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Wybourn Black

Product code: WB-BK
£10.95
Julian Antonio McKenzie provides a facinating take on life growing up on Sheffield's sprawling Wybourn Estate.

The McKenzies were one of the first black families to move onto the council estate and his story of growing up there in 1970s and 1980s provides a rarely heard perspective on Sheffield life.

Julian Antonio McKenzie's family thought they were truly living the Commonwealth dream when they left Sheffield's Page Hall district and became one of the first black families on the Wybourn Estate in the early 1970s.

His dad, a stickler for style and razor sharp creases, arrived in England in the mid-fifties at the height of the immigration boom and landed a job as a bus conductor.

Meanwhile, Julian's Jamaica-born mother achieved her life's ambition and qualified as a nurse at Fir Vale Royal Infirmary.

Julian Antonio McKenzie was born following the couple's whirlwind romance and marriage; a baby sister closely followed. Mother always insisted that the McKenzie's bettered themselves and nowhere looked more appealing than the Wybourn, the sprawling inner city council estate that was undergoing a huge refurbishment programme at the time.

But it wasn't a direct route - the family had a few months sampling life at the monolithic Hyde Park Flats as they awaited completion of work at their new house, sited in the shadow of the epicentre of Wybourn, the Windsor Hotel.

Julian Antonio McKenzie's story of life as a first generation black child growing up in 1970s and 1980s Sheffield gives a perspective on city life rarely heard.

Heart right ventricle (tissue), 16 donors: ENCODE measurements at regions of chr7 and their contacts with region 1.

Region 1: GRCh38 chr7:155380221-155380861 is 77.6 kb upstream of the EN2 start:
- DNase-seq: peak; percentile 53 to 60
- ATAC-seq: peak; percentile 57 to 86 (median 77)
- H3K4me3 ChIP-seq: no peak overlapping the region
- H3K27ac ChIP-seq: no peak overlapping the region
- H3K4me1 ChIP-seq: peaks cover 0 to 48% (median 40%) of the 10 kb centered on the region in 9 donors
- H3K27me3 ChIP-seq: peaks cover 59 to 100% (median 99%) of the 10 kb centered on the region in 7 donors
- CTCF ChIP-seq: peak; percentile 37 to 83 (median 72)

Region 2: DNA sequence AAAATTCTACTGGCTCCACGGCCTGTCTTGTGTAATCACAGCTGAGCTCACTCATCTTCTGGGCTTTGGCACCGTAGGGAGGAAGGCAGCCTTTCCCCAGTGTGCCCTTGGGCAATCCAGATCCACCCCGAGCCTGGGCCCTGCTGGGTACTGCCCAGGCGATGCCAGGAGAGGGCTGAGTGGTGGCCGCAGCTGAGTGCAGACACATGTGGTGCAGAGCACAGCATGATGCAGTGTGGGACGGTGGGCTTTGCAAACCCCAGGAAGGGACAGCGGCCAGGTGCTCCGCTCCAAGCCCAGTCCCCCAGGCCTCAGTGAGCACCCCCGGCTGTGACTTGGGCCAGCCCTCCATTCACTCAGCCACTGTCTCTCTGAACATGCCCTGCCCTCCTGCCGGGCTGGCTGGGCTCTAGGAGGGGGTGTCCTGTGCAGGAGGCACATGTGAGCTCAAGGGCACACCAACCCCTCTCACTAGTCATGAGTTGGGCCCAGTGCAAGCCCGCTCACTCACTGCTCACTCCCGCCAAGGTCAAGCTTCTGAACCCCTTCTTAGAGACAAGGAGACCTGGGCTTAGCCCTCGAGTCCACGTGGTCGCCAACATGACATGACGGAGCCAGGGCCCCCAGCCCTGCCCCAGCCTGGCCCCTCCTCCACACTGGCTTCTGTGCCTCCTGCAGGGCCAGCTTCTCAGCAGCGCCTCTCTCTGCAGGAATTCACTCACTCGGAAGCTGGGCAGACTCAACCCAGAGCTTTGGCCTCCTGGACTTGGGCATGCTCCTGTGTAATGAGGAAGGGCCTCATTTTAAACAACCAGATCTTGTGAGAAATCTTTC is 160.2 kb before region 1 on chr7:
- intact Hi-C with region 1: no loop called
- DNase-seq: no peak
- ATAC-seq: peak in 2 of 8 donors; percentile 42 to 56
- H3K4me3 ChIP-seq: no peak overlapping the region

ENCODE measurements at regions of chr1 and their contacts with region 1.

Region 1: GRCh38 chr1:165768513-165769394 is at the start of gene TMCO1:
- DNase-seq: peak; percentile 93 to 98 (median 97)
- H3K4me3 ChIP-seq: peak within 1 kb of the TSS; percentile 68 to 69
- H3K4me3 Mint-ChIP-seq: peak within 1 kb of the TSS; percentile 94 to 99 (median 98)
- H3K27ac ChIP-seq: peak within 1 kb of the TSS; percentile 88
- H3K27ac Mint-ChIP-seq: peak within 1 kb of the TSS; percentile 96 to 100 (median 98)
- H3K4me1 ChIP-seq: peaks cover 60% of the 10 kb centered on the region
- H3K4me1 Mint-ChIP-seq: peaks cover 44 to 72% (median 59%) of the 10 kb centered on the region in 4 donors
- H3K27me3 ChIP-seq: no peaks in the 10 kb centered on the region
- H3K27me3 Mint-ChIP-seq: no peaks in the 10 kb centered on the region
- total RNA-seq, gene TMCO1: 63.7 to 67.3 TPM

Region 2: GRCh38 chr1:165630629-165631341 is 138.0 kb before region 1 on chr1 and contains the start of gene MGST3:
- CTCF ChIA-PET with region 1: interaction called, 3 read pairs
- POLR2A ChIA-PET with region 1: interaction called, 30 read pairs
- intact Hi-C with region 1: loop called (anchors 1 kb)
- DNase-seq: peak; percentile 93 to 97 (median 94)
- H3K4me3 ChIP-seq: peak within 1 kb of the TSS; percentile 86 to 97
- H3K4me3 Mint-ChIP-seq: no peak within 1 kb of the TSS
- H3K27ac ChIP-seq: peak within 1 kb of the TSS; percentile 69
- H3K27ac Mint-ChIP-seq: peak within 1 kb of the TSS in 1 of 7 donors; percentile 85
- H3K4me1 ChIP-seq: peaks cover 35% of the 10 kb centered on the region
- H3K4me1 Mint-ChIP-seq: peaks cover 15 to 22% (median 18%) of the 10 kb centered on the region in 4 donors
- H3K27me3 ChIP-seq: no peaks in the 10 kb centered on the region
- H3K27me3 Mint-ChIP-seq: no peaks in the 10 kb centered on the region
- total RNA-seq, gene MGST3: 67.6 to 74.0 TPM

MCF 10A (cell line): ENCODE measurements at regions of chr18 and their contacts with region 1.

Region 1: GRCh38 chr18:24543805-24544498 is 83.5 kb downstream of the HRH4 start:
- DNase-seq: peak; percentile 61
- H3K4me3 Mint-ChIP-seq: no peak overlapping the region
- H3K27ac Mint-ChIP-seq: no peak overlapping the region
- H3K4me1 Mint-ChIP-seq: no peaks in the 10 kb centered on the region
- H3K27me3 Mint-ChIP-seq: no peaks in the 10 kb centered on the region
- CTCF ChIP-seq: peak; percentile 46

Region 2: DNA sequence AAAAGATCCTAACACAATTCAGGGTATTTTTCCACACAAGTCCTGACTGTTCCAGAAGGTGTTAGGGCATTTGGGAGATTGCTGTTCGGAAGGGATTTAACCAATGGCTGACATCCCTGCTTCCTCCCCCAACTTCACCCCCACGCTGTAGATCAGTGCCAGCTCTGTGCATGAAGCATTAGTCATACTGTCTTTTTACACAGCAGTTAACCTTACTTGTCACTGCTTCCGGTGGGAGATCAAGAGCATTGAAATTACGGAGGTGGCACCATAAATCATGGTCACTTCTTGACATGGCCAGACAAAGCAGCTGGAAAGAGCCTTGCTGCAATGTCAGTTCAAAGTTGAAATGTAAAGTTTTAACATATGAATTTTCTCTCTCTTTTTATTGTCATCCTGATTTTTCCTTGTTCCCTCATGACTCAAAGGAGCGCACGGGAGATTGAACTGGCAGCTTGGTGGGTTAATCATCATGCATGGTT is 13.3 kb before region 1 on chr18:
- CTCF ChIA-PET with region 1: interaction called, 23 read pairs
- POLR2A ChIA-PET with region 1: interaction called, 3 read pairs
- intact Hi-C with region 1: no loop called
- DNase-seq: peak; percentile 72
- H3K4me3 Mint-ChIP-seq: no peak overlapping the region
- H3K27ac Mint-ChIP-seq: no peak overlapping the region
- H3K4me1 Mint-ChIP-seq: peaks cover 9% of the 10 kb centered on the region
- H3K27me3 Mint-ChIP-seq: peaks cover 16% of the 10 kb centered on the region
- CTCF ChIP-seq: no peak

The mere mention of visit from 'Uncle Enoch' (his mother used the architect of the infamous 'Rivers Of Blood' speech as her own self-styled bogeyman) was enough to keep him in his place whilst 'Love Thy Neighbour' - complete with its questionable methods to encourage assimilaiton - became essential viewing in the McKenzie household.

But his enthusiasm for life; together with his love of football, the Wybourn and later the Manor where he attended Waltheof School, ensured racial tensions didn't become the focus of his world. Instead he attended 'Swap Shop's' legendary visit to Norfolk Park in the late seventies and nearly got a lift home with Keith Chegwin and help defend the honour of Wybourn against all comes in the Windsor Wall gang.

By the early 1980s he'd got a new first love, ska music; well that and the 2p bus rides as he made his first tentative steps into town on his own to sample the delights of Bradley's Records and Harrington's Clothing.

Early nights on the town in venues spanning Turn-ups to Marples provided a welcome distraction from ever present threat of the Cold War.

​​​​​​​A YTS at Starting Point on the Wicker provided his first real taste of real independence whilst an 18th birthday spent fretting on the maternity wing at the Northern General was about to welcome a second generation McKenzie, rather earlier than planned...
Weight 0.242kg
Product Code WB-BK